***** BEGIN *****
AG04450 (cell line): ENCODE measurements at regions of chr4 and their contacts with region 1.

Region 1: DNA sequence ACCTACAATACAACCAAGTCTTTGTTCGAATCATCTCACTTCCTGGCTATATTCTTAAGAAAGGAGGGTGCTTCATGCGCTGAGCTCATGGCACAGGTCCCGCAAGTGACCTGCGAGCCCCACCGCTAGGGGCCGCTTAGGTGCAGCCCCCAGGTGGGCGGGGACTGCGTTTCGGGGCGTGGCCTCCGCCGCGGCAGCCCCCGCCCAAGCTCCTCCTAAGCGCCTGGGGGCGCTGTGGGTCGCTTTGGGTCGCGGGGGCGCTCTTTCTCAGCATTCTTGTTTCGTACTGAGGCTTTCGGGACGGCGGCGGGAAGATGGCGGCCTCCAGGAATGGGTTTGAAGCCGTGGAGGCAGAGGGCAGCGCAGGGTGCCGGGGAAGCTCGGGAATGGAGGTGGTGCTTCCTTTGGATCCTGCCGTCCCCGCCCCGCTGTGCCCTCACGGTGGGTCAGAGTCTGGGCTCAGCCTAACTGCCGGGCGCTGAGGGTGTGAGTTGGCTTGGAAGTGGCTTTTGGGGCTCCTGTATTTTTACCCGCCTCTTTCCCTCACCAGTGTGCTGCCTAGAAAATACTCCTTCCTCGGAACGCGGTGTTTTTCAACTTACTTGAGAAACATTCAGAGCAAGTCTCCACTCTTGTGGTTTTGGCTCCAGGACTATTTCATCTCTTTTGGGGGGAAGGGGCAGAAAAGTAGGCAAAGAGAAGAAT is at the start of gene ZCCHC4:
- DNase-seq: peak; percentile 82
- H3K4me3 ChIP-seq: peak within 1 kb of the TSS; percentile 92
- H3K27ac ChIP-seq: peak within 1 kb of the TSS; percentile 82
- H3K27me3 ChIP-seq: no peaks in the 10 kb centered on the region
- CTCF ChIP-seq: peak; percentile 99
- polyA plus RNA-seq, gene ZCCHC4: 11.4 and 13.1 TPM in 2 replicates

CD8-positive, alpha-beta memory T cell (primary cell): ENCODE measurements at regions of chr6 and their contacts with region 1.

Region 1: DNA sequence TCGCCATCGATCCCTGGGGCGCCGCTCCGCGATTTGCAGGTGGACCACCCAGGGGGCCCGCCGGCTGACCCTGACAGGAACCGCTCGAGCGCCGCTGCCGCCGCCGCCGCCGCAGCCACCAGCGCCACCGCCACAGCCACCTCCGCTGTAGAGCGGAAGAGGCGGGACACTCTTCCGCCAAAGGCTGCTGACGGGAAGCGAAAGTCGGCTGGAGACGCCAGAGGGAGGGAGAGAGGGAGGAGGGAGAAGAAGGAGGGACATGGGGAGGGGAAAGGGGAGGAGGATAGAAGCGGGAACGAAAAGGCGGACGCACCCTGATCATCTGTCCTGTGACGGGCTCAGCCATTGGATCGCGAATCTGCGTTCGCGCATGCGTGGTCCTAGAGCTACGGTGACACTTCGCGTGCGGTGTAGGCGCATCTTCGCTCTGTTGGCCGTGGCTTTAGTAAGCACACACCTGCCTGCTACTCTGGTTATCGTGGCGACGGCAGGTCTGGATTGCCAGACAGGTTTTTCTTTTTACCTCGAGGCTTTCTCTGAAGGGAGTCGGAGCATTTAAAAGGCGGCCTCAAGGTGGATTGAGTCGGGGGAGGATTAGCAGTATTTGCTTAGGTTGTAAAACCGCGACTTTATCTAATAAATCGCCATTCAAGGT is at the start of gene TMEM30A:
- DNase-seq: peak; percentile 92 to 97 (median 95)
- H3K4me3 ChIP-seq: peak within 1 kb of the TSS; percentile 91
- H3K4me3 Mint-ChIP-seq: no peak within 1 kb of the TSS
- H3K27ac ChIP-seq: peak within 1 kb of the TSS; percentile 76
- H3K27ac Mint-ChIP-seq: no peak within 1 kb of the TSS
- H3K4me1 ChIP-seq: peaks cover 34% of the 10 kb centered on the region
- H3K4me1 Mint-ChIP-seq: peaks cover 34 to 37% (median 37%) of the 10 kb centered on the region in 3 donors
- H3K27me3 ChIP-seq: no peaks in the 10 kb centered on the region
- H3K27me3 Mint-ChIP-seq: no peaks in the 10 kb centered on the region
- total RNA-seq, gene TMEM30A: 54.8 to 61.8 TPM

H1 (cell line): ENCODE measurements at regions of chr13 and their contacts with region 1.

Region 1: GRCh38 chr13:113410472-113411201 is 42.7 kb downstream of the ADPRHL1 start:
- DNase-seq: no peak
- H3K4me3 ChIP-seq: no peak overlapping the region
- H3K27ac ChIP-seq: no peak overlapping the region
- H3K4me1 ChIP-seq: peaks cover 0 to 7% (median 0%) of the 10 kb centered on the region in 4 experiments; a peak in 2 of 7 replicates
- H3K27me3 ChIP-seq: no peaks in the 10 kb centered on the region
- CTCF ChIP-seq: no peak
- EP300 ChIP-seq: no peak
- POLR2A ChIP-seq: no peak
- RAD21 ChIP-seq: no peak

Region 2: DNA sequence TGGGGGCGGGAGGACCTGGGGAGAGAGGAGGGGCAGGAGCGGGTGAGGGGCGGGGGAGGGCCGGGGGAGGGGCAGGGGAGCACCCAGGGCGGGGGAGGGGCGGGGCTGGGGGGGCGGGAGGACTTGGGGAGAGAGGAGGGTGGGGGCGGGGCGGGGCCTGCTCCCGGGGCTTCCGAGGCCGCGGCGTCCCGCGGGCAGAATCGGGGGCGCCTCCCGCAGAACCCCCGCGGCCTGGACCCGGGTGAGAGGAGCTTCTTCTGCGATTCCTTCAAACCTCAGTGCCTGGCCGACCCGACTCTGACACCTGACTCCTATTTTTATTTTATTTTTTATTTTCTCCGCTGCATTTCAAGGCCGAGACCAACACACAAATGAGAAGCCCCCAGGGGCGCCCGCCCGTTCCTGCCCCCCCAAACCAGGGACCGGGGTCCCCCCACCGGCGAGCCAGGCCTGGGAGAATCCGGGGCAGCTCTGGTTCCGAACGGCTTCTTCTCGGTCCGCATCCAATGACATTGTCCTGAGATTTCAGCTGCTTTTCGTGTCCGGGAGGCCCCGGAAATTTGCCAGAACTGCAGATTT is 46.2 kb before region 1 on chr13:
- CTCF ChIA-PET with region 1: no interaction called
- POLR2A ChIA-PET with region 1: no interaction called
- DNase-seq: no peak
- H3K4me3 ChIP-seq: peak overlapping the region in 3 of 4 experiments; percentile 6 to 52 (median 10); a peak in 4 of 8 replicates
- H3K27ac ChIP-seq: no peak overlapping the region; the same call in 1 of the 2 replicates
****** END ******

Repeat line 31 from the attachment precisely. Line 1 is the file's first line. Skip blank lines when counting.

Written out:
- RAD21 ChIP-seq: no peak